Durham, NC A new initiative aims to build a grand tree of life that brings together everything scientists know about how all living things are related, from the tiniest bacteria to the tallest tree.
Scientists have been building evolutionary trees for more than 150 years, ever since Charles Darwin drew the first sketches in his notebook. But despite significant progress in fleshing out the major branches of the tree of life, today there is still no central place where researchers can go to browse and download the entire tree.
"Where can you go to see their collective results in one resource? The surprising thing is you can't at least not yet," said Dr. Karen Cranston of the National Evolutionary Synthesis Center.
But now, thanks to a three-year, $5.76 million grant from the U.S. National Science Foundation, a team of scientists and developers from ten universities aims to make that a reality.
Figuring out how the millions of species on Earth are related to one another isn't just important for pinpointing an aardvark's closest cousins, or determining if hagfish are more closely related to sand dollars or sea squirts. Information about evolutionary relationships has helped scientists identify promising new medicines, develop hardier, higher-yielding crops, and fight infectious diseases such as HIV, anthrax and influenza.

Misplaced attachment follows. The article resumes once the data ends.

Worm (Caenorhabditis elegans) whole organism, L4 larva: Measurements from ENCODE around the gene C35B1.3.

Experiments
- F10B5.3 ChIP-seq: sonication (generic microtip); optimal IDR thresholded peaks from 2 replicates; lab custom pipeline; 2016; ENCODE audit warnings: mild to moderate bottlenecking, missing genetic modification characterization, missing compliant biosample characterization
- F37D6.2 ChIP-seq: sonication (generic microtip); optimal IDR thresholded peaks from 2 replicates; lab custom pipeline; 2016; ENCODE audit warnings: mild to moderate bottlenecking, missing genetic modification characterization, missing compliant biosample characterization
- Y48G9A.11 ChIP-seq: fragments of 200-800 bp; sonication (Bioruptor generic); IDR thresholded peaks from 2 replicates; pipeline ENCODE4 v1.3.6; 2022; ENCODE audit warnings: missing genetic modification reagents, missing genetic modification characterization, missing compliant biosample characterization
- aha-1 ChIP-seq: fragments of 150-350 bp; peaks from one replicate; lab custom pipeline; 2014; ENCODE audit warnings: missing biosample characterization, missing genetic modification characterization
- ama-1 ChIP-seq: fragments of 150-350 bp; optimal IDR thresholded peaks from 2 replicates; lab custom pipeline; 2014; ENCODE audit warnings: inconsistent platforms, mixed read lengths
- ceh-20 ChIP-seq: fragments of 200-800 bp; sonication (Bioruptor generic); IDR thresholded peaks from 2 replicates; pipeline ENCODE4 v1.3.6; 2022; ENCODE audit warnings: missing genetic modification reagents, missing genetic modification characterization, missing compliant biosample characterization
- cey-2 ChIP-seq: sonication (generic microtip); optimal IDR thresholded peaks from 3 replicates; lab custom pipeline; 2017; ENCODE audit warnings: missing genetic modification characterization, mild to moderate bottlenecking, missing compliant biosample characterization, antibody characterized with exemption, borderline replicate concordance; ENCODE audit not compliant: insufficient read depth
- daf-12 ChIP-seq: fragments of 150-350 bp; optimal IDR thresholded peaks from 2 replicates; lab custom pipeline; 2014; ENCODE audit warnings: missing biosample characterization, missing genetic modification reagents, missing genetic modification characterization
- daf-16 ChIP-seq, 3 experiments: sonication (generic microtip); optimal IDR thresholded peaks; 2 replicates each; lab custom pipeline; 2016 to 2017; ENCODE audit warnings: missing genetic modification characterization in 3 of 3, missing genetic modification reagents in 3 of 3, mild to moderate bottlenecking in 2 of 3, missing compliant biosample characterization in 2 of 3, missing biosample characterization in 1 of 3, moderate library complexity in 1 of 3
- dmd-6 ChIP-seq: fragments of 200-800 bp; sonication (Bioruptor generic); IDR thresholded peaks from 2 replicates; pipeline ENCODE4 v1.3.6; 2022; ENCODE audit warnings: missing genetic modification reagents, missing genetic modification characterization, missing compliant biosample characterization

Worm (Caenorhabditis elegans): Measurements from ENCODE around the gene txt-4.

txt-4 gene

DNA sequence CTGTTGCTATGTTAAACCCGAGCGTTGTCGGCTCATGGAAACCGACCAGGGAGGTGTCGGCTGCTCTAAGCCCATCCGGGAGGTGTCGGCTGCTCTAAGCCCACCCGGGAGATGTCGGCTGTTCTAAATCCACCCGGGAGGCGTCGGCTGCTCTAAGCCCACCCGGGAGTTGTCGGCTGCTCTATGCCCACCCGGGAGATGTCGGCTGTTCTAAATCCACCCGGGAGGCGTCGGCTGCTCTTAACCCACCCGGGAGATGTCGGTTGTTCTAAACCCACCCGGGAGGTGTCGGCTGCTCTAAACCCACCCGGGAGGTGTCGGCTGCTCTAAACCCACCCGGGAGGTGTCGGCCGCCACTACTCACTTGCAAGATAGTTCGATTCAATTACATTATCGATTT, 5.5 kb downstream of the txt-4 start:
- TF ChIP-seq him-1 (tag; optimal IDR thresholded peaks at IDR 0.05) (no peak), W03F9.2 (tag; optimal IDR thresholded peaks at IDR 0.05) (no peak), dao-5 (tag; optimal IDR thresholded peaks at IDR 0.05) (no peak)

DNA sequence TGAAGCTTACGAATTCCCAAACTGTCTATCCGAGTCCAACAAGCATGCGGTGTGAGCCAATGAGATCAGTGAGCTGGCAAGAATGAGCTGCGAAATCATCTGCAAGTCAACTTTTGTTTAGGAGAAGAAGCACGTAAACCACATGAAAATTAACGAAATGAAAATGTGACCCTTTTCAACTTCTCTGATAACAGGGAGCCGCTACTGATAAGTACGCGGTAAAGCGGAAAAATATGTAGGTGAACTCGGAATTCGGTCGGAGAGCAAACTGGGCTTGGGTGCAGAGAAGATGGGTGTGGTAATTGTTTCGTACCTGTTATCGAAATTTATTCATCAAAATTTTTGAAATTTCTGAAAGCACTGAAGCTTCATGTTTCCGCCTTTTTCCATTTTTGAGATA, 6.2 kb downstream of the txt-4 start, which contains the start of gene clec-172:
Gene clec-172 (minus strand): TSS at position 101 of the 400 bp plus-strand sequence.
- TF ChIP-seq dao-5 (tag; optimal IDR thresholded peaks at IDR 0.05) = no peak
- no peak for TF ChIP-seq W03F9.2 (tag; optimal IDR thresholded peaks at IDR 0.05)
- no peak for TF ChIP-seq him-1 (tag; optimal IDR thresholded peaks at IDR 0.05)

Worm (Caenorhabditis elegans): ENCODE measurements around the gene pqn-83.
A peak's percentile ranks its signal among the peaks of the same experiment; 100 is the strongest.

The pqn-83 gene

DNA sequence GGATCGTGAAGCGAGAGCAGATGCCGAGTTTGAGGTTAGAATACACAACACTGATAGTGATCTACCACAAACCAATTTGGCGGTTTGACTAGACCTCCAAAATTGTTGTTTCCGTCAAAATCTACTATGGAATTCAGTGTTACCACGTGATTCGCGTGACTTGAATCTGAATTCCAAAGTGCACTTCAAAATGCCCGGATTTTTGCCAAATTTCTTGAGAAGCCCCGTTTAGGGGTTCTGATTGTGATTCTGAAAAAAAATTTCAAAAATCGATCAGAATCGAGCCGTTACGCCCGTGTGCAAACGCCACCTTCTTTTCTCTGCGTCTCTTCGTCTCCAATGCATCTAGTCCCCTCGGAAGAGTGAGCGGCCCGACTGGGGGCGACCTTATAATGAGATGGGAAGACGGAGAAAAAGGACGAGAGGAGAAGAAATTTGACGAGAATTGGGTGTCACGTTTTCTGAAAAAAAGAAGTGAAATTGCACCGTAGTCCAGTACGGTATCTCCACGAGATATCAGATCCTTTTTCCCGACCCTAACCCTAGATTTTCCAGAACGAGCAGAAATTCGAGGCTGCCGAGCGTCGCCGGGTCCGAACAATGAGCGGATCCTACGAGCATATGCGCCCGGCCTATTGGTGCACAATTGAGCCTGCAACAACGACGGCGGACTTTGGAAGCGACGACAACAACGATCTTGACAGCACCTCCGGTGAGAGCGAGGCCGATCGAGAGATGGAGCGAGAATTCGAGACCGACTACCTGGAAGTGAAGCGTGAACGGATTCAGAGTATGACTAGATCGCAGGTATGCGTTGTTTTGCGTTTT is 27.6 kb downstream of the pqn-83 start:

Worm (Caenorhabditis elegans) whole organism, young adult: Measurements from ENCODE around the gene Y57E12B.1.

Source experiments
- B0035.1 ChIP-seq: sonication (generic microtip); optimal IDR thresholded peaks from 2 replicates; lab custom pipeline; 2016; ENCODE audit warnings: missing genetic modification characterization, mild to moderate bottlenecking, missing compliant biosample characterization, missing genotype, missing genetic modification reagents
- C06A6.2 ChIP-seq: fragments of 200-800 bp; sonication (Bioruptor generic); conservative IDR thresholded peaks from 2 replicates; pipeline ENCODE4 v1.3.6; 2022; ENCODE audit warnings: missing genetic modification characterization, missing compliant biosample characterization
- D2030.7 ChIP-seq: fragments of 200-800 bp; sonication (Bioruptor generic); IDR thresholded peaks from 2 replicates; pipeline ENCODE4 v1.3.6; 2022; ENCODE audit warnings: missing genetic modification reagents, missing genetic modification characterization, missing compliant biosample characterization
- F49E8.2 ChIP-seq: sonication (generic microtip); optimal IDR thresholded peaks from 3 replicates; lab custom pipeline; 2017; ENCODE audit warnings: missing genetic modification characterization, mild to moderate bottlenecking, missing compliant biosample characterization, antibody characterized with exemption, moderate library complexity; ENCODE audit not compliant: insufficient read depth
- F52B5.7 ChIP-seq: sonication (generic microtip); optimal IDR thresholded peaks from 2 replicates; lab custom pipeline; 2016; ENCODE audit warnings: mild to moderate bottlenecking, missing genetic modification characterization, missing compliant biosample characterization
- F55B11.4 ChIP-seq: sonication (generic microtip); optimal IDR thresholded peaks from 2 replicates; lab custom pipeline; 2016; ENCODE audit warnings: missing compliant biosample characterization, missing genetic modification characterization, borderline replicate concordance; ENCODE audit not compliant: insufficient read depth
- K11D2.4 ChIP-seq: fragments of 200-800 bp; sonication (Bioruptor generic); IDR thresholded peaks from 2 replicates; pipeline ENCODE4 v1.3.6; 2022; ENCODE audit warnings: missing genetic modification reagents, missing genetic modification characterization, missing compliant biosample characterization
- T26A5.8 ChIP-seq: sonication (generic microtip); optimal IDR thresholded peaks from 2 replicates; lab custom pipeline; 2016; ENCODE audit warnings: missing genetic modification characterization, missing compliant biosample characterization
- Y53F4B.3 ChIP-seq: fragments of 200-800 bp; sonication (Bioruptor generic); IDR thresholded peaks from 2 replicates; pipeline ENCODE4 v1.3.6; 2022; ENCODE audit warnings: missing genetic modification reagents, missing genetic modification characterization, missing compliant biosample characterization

If evolutionary trees are so widely used, why has assembling them across all of life been so hard to achieve? It's not for lack of research, or data. Thanks in large part to advances in DNA sequencing, thousands of new phylogenetic trees are published in scientific journals each year most of them focused on isolated branches of the tree of life, for everything from birds to botflies.
"There's a firehose of data," said Cranston, principal investigator of the project. "[Over the years] scientists have published tens of thousands of evolutionary trees, but there's been very little work to co
|Contact: Robin Ann Smith|
National Evolutionary Synthesis Center (NESCent)